ilona the pest

insecurity + narcissism = awesome!

Saturday, September 29, 2007


i don't know why i've been so bad about posting here lately. i've still been traveling a lot -- five weddings in the last two months! - but mostly i think i'm just lazy, or bored. i suppose it's just a habit, like anything else. you have to cultivate it and then the habit will keep going of its own momentum. once you get in the habit of not-writing it can be awfully challenging to turn it around.

when i am at home, i've been reading a lot more than usual lately. (and watching tv. new shows i am super into: rock of love with bret michaels, top chef, meerkat manor.) i think i have perhaps given up on having a social life, having found, or accepted, that i can find nearly equal satisfaction from books as from people. i also joined my first book club, which i guess contradicts what i just said about giving up on people. i feel like i might find conversation easier & more fun when it's focused on books. our first meeting is in about a week. i am very excited.

books i've read recently:

- The Emperor's Children - i absolutely loved it. the characters were quirky, complex and empath-iz-able (is there a better word for that?), and i felt like i really saw myself in a couple of them. the plot was also so engaging that i couldn't put it down. this was definitely the best contemporary fiction i've read in a long time.

- Stumbling on Happiness - i love pop psychology/science books. cute and charming, although occasionally too cute.

- A Woman in Charge - biography of hillary rodham clinton. i feel like i learned a lot about recent history from reading this, although it was rather a chore to get through it. i feel about her pretty much exactly the same as i did beforehand. maybe i even like her a little less.

- Carry on, Jeeves - my introduction to p.g. wodehouse, at the recommendation of a number of my friends. a delight. yesterday i had to seek out a bookstore just to buy another few jeeves books to satisfy my new addiction.

- The Remains of the Day - i bought this yesterday too, and i'm maybe 2/3 of the way through. (it's pretty short.) it seems very satisfying, although i don't know if i'm jumping up and down about it the way some people seem to. i read Never Let Me Go a while ago, and i can see a lot of similarities between the two, particularly in the languid, reminiscing tone.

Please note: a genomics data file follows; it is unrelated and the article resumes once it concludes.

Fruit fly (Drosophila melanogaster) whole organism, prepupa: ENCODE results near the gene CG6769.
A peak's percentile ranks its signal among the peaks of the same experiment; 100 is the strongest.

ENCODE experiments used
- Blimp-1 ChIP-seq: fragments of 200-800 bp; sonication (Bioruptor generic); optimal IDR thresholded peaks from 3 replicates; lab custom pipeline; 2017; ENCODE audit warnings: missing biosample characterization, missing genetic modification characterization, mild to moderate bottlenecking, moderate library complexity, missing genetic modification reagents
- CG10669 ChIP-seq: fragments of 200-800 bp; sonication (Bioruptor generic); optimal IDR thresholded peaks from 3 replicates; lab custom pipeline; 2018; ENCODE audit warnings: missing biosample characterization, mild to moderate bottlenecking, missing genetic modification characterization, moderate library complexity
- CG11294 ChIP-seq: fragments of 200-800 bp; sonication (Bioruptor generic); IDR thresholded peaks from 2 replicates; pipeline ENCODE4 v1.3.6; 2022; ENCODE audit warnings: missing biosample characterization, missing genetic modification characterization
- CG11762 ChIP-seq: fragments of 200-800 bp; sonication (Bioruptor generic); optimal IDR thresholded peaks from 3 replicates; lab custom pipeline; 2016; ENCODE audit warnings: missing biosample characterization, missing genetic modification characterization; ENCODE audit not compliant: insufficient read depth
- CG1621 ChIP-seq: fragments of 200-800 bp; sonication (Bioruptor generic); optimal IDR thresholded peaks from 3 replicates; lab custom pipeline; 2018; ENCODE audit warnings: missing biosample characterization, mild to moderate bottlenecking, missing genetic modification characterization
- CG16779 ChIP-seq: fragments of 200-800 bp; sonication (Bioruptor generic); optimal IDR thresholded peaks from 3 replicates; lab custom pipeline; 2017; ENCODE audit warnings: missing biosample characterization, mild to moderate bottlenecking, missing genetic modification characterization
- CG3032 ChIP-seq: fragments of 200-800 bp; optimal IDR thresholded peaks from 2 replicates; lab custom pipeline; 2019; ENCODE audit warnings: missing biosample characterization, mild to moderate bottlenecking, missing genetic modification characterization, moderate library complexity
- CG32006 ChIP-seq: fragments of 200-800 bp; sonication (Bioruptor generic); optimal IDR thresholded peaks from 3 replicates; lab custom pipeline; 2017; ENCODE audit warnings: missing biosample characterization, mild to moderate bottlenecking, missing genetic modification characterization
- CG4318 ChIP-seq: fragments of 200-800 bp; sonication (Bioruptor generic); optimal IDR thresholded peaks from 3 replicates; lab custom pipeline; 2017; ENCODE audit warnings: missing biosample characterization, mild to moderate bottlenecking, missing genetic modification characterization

Monday, September 03, 2007

they is awesome

i wholly embrace the use of the third-person plural ("they") to represent a gender-neutral third-person singular -- as in, "if i were to get a new roommate, they would have to like cats." by my unscientific estimation, at least 90% of americans use "they" in that sense in casual speech, but most learned folks -- my old foes, the prescriptivists -- find it abhorrent and uneducated in written form. "it's just wrong!" they exclaim. "don't those ignorant fools realize that it's a plural? it simply meaningless and confusing to pretend it's a singular."

actually, though, the pronoun conveys its intended meaning perfectly well. everyone understands what it means in context. and furthermore, it serves a very useful function, since english otherwise lacks a convenient and polite way to refer to absent or imaginary humans in a gender-neutral way. ("it" is considered impolite, since we only use it to refer to non-human nouns like animals, objects or concepts; "he" is sexist, and "he or she" awkward.)

further, there's plenty of historical precedent for this kind of change. for instance, ever wonder why we used to say "thee" and "thou" instead of "you"? well, "thou" used to be the singular versions of the second-person pronoun, and "you" the plural. "thou" is a cognate of the french tu and german du. "you" was originally the plural, which later began to be used as the formal version of the singular. again, think of french vous or german sie, which serve both as the plural and the formal singular. over time, we dropped the old singular/informal form altogether, probably out of a growing egalitarianism. (and now we have to invent new second-person plurals, like "y'all", to fill in that lexical gap.)

my point is that the elements of our language are constantly shifting to take on new useful roles. to adopt such new forms isn't incorrect or sloppy -- it's natural and useful. those shifts help our language more accurately reflect our reality and the concepts we want to express, which is the whole point of language, after all.

if anyone disagrees with me, they're an idiot. :) rather, they're standing in the way of progress for the sake of tradition -- or, less charitably, to preserve the power of that exclusive minority with enough education to mimic perfectly the archaic conventions of our language.